Grazing in Harmony

Craig and Conni French always considered themselves good land stewards, but six years ago things really began to change. They came to realize their cattle ranch’s fate was tied to healthy soils and grasses. 

“We are a part of this ecosystem,” Conni says. “How do we live in harmony and work together within this system?” 

They found the answer in holistic ranch management techniques, which called into question long-held, traditional ways of thinking. Toward that end, the Frenches implemented rotational grazing on their C Lazy J Livestock operation in Phillips County in north central Montana. 

The drastic changes that followed required a leap of faith for the fourth-generation ranchers. They traded harvesting hay for grazing methods that let their cattle harvest the forage themselves. Such changes didn’t happen overnight, and each came with its own risk and learning curve. 

“To be a steward of the land in my mind is recognizing the importance of a natural resource, and it is to be harvested,” Craig said of the grass on the ranch. “That’s the whole point of renewable.” 

The Frenches recognize that without a healthy, sustainable land base they will not be able to carry the ranch into the future. Increasing grass and soil health are considerations that are always front of their minds in their decision-making process. 

With the use of electric fence, they have increased the number of cattle moves and the number of pastures. They now move cattle around 40 times per summer. This allows for increased rest for each pasture and more control over where and when cattle are grazing. 

Last fall Craig and Conni were the recipients of the Montana Leopold Conservation Award®, given in honor of renowned conservationist Aldo Leopold. The prestigious award recognizes farmers, ranchers and forestland owners who inspire others with their dedication to land, water and wildlife habitat management on private, working land. 

“Recipients of this award are real life examples of conservation-minded agriculture,” said Kevin McAleese, Sand County Foundation President and Chief Executive Officer. “These hard-working families are essential to our environment, food system and rural economy.” 

“Setting themselves apart, the Frenches are ranching in sync with the soils, vegetation, insects and wildlife they steward alongside their operation and for the benefit of their community, sharing their experiences with others,” said John Piotti, president and CEO of American Farmland Trust.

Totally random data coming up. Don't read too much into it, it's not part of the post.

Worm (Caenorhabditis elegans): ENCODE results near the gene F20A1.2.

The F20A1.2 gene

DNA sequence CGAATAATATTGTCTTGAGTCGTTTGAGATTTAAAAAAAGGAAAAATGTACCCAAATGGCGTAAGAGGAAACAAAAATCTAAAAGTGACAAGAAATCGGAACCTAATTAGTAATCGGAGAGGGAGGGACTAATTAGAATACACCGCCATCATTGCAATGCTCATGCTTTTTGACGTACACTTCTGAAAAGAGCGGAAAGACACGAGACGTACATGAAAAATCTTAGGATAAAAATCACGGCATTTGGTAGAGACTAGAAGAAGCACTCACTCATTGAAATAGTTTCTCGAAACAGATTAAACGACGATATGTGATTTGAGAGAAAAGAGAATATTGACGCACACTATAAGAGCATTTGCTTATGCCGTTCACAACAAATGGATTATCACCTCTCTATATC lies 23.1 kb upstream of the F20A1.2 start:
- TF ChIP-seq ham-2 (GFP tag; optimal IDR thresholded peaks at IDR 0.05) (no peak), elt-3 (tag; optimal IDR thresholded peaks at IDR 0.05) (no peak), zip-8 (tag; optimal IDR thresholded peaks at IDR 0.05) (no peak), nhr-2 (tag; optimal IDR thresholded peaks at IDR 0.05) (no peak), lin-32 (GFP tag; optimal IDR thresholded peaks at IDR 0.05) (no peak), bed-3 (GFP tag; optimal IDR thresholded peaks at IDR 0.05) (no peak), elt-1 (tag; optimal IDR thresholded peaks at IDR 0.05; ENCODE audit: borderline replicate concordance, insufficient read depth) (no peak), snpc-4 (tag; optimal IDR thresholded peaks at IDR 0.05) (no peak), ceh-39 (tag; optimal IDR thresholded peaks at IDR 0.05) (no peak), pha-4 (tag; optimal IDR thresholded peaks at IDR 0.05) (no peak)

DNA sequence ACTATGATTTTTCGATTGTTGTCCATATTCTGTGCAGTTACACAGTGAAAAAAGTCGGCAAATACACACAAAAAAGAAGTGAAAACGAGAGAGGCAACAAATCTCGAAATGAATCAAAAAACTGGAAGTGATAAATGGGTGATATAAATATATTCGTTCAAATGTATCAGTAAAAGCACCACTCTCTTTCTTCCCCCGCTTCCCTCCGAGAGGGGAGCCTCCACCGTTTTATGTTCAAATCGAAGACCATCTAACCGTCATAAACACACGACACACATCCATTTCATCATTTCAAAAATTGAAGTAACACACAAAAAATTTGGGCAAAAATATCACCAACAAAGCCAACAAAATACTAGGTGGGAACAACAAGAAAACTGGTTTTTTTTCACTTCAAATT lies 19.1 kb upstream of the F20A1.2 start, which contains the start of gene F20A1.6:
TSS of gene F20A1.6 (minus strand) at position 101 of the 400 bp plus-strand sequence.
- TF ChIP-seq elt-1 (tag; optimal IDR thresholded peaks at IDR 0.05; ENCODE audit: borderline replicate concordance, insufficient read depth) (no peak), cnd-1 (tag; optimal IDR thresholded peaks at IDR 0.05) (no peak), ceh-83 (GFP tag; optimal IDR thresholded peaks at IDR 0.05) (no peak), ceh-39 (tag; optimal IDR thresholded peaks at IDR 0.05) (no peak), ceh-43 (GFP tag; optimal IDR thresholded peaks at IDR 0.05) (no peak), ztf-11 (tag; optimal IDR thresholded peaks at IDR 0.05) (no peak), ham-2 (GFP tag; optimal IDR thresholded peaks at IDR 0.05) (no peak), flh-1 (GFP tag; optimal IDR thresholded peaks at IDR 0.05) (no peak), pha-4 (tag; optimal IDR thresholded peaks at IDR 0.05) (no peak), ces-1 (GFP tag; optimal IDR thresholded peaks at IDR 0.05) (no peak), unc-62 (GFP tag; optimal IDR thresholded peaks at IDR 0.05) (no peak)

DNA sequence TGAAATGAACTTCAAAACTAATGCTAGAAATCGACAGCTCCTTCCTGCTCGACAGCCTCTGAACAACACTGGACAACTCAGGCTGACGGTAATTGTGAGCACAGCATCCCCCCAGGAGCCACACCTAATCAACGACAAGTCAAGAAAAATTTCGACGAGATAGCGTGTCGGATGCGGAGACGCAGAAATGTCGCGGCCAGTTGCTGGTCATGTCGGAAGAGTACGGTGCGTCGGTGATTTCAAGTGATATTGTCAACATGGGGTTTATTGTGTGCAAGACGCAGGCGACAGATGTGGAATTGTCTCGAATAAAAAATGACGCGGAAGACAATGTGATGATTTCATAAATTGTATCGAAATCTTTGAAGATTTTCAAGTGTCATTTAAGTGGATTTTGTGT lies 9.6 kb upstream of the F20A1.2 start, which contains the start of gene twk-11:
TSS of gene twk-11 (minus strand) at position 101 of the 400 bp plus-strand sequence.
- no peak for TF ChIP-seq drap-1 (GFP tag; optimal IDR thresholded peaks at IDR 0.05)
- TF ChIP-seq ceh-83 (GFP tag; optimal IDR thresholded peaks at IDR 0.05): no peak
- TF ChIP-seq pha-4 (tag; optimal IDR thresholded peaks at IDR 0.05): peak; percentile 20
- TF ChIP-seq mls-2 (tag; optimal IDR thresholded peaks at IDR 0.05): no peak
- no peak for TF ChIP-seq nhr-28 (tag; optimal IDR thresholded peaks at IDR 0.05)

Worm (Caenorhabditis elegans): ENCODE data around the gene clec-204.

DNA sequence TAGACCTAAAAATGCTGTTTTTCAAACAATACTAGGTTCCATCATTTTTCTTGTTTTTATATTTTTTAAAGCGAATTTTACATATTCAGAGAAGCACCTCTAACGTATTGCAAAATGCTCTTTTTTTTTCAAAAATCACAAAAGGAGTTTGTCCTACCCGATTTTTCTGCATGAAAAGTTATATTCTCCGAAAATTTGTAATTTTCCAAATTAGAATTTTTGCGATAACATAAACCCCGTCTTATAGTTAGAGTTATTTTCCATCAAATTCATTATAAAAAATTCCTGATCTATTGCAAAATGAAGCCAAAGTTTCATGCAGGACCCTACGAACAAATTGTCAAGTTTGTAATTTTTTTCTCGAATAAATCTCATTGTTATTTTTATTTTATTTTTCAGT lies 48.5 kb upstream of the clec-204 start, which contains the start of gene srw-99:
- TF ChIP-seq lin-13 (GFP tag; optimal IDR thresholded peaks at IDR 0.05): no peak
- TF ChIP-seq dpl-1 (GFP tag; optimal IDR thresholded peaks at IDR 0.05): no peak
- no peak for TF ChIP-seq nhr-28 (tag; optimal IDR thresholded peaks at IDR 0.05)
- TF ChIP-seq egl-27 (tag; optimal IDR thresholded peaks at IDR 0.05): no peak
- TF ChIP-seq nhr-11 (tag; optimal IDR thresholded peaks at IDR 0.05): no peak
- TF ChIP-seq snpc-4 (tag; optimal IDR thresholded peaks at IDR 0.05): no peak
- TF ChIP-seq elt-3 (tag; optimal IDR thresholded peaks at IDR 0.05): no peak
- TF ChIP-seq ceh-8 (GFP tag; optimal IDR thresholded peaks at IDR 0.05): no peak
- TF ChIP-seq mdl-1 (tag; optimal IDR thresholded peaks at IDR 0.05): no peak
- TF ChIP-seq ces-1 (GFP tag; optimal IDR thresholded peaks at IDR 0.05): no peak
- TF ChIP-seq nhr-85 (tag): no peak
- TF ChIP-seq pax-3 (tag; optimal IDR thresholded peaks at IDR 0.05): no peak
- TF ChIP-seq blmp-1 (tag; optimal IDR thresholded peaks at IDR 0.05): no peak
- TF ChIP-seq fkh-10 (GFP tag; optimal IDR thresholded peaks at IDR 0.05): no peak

The use of cell grazing (a form of rotational grazing that moves a large herd frequently to new pastures) allows more recovery time for perennial vegetation to flourish on a semi-arid, brittle environment of short prairie grass. This results in better forage and wildlife habitat. 

The Frenches make decisions not just with their cattle herd’s health in mind, but also the impact on soil, insects and wildlife and the ranch’s financial and human health. Targeted grazing of non-native grasses has improved habitat for grassland birds and sage grouse. 

With assistance from the NRCS’s Environmental Quality Incentives Program, they moved livestock water tanks and windbreaks away from a creek. Beaver Creek flows through three miles of the ranch and its health is a conservation priority for the French family. The return of willow trees along the creek’s banks is a sign their efforts are paying off. 

The Frenches collaborate with federal and state agencies, non-profits and other ranchers to achieve conservation success. 

Their voluntary 30-year conservation lease with Montana’s Fish, Wildlife, and Parks ensures their land’s native grassland and sagebrush will remain uncultivated and undeveloped. Likewise, hunters are allowed access to their ranch’s thriving wildlife populations through enrollment in the state’s Block Management program. 

The Frenches have also agreed to sustain and improve habitat for four species of imperiled grassland birds and sage-grouse, and have their numbers surveyed. 

As long-time members of The Ranchers Stewardship Alliance, a rancher-led conservation group that aims to educate within and outside the ranch community, the Frenches share their experience with holistic management, cell grazing and other innovative conservation practices. 

The Frenches, who farm with their three children, aren’t ones to rest on their laurels. They plan to treat 320 acres of recently purchased farmland as a demonstration site for the soil health benefits of cover crops. As they steward a ranch homesteaded by Craig’s great grandfather in 1910, the Frenches understand the importance of passing on a land ethic to the next generation. 

One of the most important aspects of making sure that their ranch will stay productive into the future has been engaging their three children, Tyler, Jacki, and Kelli in ranch planning. Tyler and Kelli are pilots and Jacki is a civil engineer (and her husband Brent is a pilot). They are all trying to figure out when they will return to the ranch and what that role would look like. They also recognize that even if their kids don’t take over the ranch they would like to pass on a ranch operation that is sustainable, both environmentally and economically. As their vision statement says they aim to “provide opportunities and hope for future generations.” 

The Sand County Foundation and American Farmland Trust present the Leopold Conservation Award to private landowners in 21 states with a variety of conservation, agricultural and forestry organizations. For more information on the award, visit


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